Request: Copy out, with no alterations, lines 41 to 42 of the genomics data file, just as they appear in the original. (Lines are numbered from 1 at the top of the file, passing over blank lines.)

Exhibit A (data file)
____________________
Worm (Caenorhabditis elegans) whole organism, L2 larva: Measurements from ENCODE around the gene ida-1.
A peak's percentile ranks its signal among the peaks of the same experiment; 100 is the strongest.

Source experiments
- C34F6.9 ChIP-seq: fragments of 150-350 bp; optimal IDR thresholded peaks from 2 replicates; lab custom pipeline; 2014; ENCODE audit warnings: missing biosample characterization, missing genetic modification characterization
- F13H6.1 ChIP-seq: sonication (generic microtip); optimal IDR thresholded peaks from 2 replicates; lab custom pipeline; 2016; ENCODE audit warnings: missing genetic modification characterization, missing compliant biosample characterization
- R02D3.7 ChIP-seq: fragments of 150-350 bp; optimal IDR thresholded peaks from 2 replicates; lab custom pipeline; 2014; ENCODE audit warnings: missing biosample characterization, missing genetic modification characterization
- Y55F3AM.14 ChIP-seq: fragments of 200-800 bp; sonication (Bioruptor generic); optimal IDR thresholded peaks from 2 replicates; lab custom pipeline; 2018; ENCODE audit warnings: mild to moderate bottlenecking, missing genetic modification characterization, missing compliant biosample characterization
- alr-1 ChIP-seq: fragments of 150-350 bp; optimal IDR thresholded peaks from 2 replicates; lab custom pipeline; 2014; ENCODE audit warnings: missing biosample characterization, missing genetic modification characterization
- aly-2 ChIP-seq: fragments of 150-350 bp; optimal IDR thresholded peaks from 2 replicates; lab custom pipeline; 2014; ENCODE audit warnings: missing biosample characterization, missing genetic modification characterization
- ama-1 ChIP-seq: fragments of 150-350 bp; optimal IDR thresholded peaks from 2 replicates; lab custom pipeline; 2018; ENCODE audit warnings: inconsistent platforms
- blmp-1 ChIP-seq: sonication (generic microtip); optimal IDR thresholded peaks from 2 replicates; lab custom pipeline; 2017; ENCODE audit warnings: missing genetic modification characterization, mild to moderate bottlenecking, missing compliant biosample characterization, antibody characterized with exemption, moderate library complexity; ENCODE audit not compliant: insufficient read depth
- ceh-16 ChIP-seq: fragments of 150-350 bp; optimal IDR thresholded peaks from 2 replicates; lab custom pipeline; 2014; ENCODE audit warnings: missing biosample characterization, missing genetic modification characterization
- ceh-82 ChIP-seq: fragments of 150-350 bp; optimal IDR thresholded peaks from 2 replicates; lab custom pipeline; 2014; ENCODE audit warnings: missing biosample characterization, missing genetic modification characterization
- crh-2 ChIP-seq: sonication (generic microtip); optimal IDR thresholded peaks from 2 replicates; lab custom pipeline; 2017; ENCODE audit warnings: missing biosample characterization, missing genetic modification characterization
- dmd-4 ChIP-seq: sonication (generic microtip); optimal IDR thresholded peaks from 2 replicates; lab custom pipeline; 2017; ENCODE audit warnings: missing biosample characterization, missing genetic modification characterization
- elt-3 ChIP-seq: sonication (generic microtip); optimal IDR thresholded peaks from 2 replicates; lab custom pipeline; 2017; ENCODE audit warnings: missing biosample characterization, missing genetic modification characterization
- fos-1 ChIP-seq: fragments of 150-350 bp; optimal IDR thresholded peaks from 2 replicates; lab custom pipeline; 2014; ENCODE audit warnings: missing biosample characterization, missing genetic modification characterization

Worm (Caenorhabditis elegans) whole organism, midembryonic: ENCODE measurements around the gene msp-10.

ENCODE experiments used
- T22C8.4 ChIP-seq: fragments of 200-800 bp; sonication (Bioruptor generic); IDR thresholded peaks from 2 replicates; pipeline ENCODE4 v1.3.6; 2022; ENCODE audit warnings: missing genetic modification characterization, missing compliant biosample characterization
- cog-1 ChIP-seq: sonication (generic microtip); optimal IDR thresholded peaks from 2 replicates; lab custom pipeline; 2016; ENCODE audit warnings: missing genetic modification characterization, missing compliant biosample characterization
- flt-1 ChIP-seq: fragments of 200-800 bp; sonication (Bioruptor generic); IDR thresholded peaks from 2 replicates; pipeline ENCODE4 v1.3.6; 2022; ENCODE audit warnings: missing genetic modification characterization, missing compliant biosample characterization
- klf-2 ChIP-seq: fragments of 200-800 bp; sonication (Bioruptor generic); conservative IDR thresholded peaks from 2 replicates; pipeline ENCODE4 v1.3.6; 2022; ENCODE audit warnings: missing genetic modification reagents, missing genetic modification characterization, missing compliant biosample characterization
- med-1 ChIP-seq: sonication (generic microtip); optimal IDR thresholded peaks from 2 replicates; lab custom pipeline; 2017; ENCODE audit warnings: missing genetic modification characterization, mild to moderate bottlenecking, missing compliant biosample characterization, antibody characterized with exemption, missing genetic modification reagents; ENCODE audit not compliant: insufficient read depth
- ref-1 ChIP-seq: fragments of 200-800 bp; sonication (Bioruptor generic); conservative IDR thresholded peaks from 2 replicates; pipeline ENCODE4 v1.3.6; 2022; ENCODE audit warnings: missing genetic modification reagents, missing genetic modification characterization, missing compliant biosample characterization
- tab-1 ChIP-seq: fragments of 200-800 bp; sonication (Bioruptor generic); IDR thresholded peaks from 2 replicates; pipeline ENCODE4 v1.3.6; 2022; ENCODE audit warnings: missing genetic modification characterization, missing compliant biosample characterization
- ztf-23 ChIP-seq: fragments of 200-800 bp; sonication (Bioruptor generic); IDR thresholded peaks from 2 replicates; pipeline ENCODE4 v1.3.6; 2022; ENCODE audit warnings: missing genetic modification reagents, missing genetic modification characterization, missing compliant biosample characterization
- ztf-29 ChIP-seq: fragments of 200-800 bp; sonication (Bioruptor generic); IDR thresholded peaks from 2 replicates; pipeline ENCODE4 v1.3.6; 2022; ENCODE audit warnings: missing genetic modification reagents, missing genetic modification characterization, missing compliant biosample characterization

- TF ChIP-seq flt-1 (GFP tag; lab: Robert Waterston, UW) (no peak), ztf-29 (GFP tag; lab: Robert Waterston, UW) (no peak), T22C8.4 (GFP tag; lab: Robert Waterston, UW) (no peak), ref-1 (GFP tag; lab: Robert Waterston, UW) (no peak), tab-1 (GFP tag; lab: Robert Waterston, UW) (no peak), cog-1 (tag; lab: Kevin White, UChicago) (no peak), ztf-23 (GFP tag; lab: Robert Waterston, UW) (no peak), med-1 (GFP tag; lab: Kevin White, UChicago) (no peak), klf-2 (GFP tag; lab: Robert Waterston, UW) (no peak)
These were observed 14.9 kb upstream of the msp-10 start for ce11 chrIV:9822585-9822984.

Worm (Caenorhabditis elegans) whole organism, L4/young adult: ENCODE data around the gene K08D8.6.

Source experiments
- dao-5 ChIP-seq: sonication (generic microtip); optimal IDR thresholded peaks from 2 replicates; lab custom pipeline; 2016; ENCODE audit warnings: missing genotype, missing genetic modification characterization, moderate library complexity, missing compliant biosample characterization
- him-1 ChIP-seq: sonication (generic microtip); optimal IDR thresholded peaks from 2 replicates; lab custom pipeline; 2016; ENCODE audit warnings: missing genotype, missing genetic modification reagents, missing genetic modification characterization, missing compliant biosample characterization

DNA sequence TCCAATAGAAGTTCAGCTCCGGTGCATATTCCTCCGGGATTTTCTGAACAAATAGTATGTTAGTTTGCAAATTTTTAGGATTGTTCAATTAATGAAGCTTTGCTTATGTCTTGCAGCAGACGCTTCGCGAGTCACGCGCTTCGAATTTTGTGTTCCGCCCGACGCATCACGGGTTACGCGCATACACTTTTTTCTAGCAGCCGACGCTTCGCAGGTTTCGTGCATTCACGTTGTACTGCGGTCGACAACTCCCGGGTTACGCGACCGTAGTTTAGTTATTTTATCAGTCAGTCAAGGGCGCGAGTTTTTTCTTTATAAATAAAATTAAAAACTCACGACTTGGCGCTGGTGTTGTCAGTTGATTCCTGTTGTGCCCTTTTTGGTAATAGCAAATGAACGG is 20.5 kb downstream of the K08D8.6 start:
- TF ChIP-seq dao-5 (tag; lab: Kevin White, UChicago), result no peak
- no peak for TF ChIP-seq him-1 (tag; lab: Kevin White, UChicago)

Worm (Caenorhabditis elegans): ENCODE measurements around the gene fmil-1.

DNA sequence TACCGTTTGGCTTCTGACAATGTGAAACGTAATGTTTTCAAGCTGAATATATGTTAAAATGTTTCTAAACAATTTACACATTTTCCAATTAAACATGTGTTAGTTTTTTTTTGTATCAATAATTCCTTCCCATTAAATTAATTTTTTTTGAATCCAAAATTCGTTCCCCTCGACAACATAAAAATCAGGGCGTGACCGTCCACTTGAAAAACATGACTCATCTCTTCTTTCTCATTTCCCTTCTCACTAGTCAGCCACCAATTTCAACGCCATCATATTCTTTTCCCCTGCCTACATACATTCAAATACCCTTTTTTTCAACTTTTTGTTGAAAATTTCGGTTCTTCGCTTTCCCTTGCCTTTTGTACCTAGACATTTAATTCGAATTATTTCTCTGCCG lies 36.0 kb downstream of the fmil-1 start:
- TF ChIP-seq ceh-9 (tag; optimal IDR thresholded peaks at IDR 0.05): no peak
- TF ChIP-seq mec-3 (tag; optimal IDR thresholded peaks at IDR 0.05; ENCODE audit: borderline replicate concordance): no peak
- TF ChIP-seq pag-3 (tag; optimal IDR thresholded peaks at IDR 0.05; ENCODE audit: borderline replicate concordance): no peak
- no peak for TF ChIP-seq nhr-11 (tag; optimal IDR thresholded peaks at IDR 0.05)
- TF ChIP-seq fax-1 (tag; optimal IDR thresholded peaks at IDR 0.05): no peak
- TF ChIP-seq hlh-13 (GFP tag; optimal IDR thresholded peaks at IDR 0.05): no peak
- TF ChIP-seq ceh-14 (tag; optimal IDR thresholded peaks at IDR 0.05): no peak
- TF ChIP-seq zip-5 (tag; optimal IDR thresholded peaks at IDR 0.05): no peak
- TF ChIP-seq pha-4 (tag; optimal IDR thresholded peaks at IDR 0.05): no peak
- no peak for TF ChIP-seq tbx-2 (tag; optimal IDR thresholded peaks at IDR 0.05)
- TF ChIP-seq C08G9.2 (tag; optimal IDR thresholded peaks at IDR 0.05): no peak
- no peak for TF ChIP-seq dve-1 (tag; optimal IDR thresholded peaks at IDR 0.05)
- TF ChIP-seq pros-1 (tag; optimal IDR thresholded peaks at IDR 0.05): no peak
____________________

- TF ChIP-seq mec-3 (tag; optimal IDR thresholded peaks at IDR 0.05; ENCODE audit: borderline replicate concordance): no peak
- TF ChIP-seq pag-3 (tag; optimal IDR thresholded peaks at IDR 0.05; ENCODE audit: borderline replicate concordance): no peak